Customer Reviews: Slapstick or Lonesome No More!
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on May 2, 2006
When reading Vonnegut, I find myself rethinking subjects I pass over in day-to-day life without a second thought. It makes me feel enlightened, like I have some unique perspective on the world. In reality, the only credit I deserve is for my choice of reading material. Vonnegut so effectively carries his reader to a different point from which to view the world that you barely notice that you didn't get there yourself. What could be a greater testament to an author than that?

All of Vonnegut's novels accomplish the same feat, but this one does it more, or better. As this book wound down, I became sad - not because I didn't want the story to end, but because I didn't want the feeling of seeing the world from a unique place to end. Fortunately, once you put the book down, a lot of that new perspective stays with you.

This is a great book for anyone who wants to see the world in ways they haven't before. Very highly recommended.
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on June 17, 2000
Vonnegut himself said he couldn't decide if this book was his worst - or his best.
I love this one and it's my favorite Vonnegut book.
In it he actually discusses his own life a good bit, and his relationship with his sister, with whom he was very close. I felt like I had a much better idea of who Vonnegut is after reading this one.
The two main characters are very engaging, and the story is classic Vonnegut -- you gotta love people despite all their faults. The story is post-Apocalyptic, as so many of his stories are, but it has a more positive feel to it than many of them, despite the poor circumstances the people are in.
The message that life goes on is a hopeful one. I found the relationship between the main characters to be very thought-provoking. I think the critics vilified this one when it was first published, and I can't say that if you like Vonnegut you'll love this one -- because even some of his fans didn't like this one so much.
But if you like the idea of 2 soulmates being better together than they are separately, and if you've a fondness for the idiosyncracies of geniuses, you might like this one as much as I did.
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on February 28, 2002
I am almost AFRAID to write this review, as "Slapstick" is my all-time favorite book, and I feel that an amateur review somehow cheapens it.
This story covers a lot of territory in a short period of time, but, as is the case with 99% of Vonnegut's work (I exclude "Timequake"), it is all tied together into one perfectly flowing storyline.
The main theme in "Slapstick" is lonliness, and the inexplicable human condition that forces each individual to search for acceptance into something bigger than just individual identity.
If you've never read a Vonnegut book, this should be your first choice, as it is one of the best examples of Kurt Vonnegut's uncanny ability to make the reader laugh out loud at tragic/sad situations.
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on February 8, 2006
In the prologue, Vonnegut says that he wrote this book based on a dream he had while sleeping on a plane. The book has a dreamy feel to it, kind of a Lucy-in-a-Sky-with-Diamonds quality. The main narrator, Wilbur Daffodil-11 Swain, is a tall and hideously ugly monster. Like other monsters from other books (the monster in Frankenstein, the Devil in Paradise Lost, John Garder's Grendel, Hugo's Hunchback of Notre Dame), Wilbur is rejected from society. Wilbur is fortunate to have a twin sister with whom his interaction (like Yin and Yang), influences the destinies of creatures and things. Humanity, in its apparent self-righteousness and fear, separates the two. Wilbur is still smart enough to become a pediatrician, but he is only a shadow of his potential self.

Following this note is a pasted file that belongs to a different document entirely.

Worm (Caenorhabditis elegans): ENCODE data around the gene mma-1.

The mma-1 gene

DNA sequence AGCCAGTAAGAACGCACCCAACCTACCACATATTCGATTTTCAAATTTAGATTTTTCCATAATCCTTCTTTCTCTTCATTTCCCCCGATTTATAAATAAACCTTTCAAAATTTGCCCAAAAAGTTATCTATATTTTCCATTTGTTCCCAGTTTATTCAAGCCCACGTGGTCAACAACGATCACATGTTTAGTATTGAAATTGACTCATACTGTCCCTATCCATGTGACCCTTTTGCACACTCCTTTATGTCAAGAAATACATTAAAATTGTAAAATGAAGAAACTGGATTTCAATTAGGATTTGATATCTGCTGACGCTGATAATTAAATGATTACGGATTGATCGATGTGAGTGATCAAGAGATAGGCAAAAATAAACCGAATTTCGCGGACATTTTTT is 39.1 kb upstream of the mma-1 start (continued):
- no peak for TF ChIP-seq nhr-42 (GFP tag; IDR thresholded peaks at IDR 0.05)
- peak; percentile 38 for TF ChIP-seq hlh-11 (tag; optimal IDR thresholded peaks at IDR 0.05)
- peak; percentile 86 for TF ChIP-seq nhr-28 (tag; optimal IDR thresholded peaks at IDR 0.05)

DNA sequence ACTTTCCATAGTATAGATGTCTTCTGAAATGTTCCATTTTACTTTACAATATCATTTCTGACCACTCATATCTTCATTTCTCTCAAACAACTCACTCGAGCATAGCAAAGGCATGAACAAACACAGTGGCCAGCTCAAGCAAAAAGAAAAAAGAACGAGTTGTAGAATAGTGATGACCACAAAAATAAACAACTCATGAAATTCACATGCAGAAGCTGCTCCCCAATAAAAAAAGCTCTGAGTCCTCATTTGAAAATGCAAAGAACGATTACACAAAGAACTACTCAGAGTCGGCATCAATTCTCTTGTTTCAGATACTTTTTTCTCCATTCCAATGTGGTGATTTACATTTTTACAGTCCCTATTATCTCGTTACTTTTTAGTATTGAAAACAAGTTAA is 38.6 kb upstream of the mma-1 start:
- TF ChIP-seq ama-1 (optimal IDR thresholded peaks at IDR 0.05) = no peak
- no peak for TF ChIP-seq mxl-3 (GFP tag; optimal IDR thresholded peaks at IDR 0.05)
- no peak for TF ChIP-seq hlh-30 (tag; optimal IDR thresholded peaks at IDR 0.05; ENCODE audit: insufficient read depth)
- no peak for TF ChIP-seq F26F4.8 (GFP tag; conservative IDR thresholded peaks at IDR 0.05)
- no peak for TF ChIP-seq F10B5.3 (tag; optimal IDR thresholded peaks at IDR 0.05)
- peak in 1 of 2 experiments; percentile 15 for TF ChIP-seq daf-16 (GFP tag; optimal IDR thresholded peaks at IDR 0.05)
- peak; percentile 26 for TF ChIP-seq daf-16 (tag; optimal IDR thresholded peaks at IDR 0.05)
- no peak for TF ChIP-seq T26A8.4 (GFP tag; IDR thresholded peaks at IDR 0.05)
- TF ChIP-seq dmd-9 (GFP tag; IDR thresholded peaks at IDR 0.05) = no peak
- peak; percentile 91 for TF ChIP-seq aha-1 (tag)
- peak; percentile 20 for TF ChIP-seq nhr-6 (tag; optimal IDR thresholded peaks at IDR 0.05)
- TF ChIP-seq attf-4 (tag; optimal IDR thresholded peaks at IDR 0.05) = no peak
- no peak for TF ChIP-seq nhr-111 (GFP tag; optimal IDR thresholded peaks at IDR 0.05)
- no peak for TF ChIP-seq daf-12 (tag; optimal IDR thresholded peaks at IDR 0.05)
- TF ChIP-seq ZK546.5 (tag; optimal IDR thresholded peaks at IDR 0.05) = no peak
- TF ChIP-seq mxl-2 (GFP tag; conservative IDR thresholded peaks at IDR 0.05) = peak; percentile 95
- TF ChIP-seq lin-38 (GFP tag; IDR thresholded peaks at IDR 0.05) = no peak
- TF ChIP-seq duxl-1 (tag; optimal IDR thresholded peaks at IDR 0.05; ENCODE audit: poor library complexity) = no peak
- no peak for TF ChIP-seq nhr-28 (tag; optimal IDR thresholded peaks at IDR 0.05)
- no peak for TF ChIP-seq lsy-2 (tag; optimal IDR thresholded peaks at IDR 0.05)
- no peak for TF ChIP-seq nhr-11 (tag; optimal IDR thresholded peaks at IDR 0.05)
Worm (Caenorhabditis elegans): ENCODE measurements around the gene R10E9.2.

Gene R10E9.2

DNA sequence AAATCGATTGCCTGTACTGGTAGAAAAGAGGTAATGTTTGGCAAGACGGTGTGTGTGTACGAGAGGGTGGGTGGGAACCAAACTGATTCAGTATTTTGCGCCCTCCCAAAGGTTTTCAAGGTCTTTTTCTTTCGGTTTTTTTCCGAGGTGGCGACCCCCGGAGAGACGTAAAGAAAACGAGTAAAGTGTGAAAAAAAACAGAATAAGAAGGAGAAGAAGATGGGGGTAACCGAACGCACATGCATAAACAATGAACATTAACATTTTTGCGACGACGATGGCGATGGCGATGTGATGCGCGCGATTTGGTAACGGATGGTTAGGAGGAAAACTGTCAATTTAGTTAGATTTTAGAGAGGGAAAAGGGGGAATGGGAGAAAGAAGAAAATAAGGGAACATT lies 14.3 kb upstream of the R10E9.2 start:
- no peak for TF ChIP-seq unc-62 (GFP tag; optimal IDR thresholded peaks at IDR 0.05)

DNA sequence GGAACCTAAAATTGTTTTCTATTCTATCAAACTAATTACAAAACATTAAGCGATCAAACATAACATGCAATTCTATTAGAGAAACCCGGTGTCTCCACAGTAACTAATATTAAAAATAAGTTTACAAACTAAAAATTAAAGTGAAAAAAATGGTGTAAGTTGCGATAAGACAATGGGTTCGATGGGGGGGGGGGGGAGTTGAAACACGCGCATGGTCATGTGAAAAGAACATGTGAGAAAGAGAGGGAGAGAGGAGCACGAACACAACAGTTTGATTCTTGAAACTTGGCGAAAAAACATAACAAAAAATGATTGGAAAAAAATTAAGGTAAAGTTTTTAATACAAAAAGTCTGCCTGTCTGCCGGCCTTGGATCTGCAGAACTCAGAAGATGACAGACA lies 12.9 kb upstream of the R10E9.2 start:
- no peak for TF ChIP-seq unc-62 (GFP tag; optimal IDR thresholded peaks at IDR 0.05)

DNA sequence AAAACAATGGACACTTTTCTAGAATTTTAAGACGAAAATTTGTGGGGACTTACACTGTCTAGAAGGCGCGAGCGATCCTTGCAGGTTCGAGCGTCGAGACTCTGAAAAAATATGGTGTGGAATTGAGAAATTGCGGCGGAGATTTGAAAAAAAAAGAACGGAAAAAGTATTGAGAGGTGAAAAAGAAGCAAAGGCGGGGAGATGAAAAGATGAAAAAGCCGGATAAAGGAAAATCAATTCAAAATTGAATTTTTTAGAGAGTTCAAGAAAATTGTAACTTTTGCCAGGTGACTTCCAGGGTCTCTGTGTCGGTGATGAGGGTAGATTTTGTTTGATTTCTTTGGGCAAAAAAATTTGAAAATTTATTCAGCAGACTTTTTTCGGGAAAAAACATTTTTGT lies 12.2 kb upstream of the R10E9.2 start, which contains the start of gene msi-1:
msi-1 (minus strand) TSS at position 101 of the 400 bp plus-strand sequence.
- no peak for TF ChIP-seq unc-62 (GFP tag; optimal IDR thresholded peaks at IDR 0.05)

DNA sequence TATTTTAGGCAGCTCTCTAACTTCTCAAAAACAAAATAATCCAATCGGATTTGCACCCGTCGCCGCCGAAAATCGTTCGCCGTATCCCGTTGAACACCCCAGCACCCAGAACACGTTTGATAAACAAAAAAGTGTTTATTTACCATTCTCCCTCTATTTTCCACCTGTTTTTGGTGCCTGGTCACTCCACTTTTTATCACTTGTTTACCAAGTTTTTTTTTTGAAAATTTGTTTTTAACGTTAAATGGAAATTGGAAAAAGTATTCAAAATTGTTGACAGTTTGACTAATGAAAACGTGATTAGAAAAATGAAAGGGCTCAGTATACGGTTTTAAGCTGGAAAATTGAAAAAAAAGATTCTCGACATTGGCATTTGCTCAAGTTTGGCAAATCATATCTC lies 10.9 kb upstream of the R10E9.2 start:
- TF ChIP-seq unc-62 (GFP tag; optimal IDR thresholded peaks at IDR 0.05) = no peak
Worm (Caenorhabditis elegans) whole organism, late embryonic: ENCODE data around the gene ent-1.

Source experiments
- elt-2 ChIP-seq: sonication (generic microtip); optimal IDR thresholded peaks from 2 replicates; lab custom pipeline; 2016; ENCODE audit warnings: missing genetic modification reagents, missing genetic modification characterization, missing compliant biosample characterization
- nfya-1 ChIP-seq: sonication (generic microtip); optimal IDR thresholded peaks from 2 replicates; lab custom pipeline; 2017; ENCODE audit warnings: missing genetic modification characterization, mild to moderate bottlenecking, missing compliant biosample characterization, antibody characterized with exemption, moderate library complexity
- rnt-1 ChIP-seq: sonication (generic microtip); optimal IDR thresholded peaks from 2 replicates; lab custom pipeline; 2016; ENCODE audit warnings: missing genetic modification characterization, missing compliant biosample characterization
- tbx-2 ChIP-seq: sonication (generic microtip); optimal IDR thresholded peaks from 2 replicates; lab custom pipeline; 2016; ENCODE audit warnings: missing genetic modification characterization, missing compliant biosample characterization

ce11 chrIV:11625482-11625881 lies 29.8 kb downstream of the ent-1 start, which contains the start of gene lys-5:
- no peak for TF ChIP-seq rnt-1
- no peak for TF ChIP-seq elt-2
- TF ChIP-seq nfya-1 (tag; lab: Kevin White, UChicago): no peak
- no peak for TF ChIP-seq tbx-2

Vonnegut points out that monsters are okay as long as they don't want respect or to feel included. So, isn't it interesting that Wilbur becomes president of the United States with the campaign slogan of "Lonesome no more" and the platform of assigning each citizen to an extended family. To Vonnegut, a central course for societal improvement is the creation of artificial family groups to connect the masses and alleviate the lonely. In contrast to "individualism" and "objectivism," Vonnegut exalts the premise that life is made easier and more enjoyable when artificial family members are relied upon to provide sustenance and companionship. In Slapstick, Vonnegut proposes that our species is incapable of relationships without artificial governmental intervention. We are insular in our differences and innately callous towards each other.

Briefly after Wilbur's apotheosis to President, the gravitational conditions begin to change like the pressure systems of weather. The United States collapses into kingdoms governed by local lords and there is a civil war. Apparently, Vonnegut does not expect his extended family initiative to end war, but he proposes that war would be more humane since everyone will know they have family members on the other side. During the battle, the soldiers that are hugging newly found relatives outnumber the soldiers that are shooting each other.

As in other Vonnegut books, the ruthless pursuit of knowledge proves dangerous. The Chinese not only disrupt the steady pull of gravity into a debilitating ebb and flow, but they also make themselves smaller and smaller, becoming so small they can be inhaled. Unfortunately, an inhaled Chinese person is not good for you and a rampant new plague is created called Green Death. Eventually, "Green Death" causes the total destruction of everyone in New York City ("Sky Scraper National Park") with the exception of one extended family (Raspberry's) that developed an antidote.

If inhaled china men and sixty-nining sibling monsters does not sound funny to you, then you may want to skip this one. Vonnegut presents the question that has been asked by Mary Shelley, John Milton, John Gardner, Victor Hugo and others: Are we monsters living in an increasingly civilized society, or are we increasingly civilized men living in a monstrous society?
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on August 25, 2008